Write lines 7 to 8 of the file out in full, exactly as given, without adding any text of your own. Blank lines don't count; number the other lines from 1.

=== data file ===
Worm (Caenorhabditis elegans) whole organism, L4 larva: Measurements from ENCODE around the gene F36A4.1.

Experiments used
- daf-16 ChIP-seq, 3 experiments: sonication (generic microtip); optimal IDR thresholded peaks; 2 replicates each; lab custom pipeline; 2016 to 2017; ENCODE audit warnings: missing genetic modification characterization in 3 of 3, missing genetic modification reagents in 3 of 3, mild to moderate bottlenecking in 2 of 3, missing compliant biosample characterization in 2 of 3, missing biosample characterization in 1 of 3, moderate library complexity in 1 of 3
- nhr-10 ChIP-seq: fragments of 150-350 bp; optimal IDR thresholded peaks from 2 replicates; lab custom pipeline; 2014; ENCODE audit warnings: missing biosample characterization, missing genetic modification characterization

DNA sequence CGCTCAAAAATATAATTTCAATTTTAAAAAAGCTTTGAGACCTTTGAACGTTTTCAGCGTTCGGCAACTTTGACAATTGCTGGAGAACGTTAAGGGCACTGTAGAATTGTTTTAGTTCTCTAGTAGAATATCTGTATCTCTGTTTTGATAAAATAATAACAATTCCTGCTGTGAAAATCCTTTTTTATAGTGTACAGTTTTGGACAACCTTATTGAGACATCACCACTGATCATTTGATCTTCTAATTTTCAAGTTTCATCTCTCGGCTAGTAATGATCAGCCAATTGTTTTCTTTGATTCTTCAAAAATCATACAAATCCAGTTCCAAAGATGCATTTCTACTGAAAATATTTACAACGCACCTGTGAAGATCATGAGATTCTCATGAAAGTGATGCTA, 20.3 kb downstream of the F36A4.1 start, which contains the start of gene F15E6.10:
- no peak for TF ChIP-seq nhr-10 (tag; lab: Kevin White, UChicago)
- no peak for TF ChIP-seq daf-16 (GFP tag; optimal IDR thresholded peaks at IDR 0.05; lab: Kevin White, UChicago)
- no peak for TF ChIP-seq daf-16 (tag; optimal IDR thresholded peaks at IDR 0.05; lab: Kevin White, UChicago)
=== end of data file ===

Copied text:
- no peak for TF ChIP-seq daf-16 (GFP tag; optimal IDR thresholded peaks at IDR 0.05; lab: Kevin White, UChicago)
- no peak for TF ChIP-seq daf-16 (tag; optimal IDR thresholded peaks at IDR 0.05; lab: Kevin White, UChicago)